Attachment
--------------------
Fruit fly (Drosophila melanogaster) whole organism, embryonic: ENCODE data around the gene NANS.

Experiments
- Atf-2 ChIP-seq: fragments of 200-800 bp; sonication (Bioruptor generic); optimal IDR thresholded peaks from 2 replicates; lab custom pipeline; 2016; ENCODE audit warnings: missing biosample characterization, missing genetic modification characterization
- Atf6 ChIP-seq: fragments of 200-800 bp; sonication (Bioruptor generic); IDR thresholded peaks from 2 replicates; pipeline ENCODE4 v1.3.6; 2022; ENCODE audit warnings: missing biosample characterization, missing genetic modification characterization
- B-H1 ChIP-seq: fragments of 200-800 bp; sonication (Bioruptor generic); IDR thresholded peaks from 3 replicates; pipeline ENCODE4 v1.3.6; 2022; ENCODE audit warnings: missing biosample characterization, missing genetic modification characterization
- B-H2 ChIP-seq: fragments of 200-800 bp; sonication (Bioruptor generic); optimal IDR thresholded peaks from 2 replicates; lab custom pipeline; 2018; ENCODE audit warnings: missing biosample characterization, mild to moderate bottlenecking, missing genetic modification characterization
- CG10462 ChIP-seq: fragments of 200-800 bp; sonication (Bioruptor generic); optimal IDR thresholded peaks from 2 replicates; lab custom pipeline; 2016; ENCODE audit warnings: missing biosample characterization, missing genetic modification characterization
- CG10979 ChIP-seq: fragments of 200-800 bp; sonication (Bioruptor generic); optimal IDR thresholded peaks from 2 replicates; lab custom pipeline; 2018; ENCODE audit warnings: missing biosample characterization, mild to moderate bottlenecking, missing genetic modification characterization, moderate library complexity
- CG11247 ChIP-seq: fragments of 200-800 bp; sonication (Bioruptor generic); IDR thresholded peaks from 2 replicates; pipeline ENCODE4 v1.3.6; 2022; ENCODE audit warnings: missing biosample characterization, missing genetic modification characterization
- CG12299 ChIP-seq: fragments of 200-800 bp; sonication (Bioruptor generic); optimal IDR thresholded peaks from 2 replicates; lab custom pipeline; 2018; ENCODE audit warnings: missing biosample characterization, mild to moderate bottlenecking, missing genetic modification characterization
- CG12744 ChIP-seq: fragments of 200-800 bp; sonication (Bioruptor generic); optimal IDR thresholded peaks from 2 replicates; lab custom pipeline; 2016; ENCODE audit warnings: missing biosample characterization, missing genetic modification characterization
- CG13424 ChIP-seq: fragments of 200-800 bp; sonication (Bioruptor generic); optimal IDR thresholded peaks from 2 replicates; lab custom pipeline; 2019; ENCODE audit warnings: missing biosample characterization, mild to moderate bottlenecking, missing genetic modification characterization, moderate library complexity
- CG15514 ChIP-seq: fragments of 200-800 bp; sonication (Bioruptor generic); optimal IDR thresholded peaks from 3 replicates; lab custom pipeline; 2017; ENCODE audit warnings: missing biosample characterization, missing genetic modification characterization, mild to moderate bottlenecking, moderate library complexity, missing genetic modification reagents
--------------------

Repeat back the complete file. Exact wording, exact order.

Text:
Fruit fly (Drosophila melanogaster) whole organism, embryonic: ENCODE data around the gene NANS.

Experiments
- Atf-2 ChIP-seq: fragments of 200-800 bp; sonication (Bioruptor generic); optimal IDR thresholded peaks from 2 replicates; lab custom pipeline; 2016; ENCODE audit warnings: missing biosample characterization, missing genetic modification characterization
- Atf6 ChIP-seq: fragments of 200-800 bp; sonication (Bioruptor generic); IDR thresholded peaks from 2 replicates; pipeline ENCODE4 v1.3.6; 2022; ENCODE audit warnings: missing biosample characterization, missing genetic modification characterization
- B-H1 ChIP-seq: fragments of 200-800 bp; sonication (Bioruptor generic); IDR thresholded peaks from 3 replicates; pipeline ENCODE4 v1.3.6; 2022; ENCODE audit warnings: missing biosample characterization, missing genetic modification characterization
- B-H2 ChIP-seq: fragments of 200-800 bp; sonication (Bioruptor generic); optimal IDR thresholded peaks from 2 replicates; lab custom pipeline; 2018; ENCODE audit warnings: missing biosample characterization, mild to moderate bottlenecking, missing genetic modification characterization
- CG10462 ChIP-seq: fragments of 200-800 bp; sonication (Bioruptor generic); optimal IDR thresholded peaks from 2 replicates; lab custom pipeline; 2016; ENCODE audit warnings: missing biosample characterization, missing genetic modification characterization
- CG10979 ChIP-seq: fragments of 200-800 bp; sonication (Bioruptor generic); optimal IDR thresholded peaks from 2 replicates; lab custom pipeline; 2018; ENCODE audit warnings: missing biosample characterization, mild to moderate bottlenecking, missing genetic modification characterization, moderate library complexity
- CG11247 ChIP-seq: fragments of 200-800 bp; sonication (Bioruptor generic); IDR thresholded peaks from 2 replicates; pipeline ENCODE4 v1.3.6; 2022; ENCODE audit warnings: missing biosample characterization, missing genetic modification characterization
- CG12299 ChIP-seq: fragments of 200-800 bp; sonication (Bioruptor generic); optimal IDR thresholded peaks from 2 replicates; lab custom pipeline; 2018; ENCODE audit warnings: missing biosample characterization, mild to moderate bottlenecking, missing genetic modification characterization
- CG12744 ChIP-seq: fragments of 200-800 bp; sonication (Bioruptor generic); optimal IDR thresholded peaks from 2 replicates; lab custom pipeline; 2016; ENCODE audit warnings: missing biosample characterization, missing genetic modification characterization
- CG13424 ChIP-seq: fragments of 200-800 bp; sonication (Bioruptor generic); optimal IDR thresholded peaks from 2 replicates; lab custom pipeline; 2019; ENCODE audit warnings: missing biosample characterization, mild to moderate bottlenecking, missing genetic modification characterization, moderate library complexity
- CG15514 ChIP-seq: fragments of 200-800 bp; sonication (Bioruptor generic); optimal IDR thresholded peaks from 3 replicates; lab custom pipeline; 2017; ENCODE audit warnings: missing biosample characterization, missing genetic modification characterization, mild to moderate bottlenecking, moderate library complexity, missing genetic modification reagents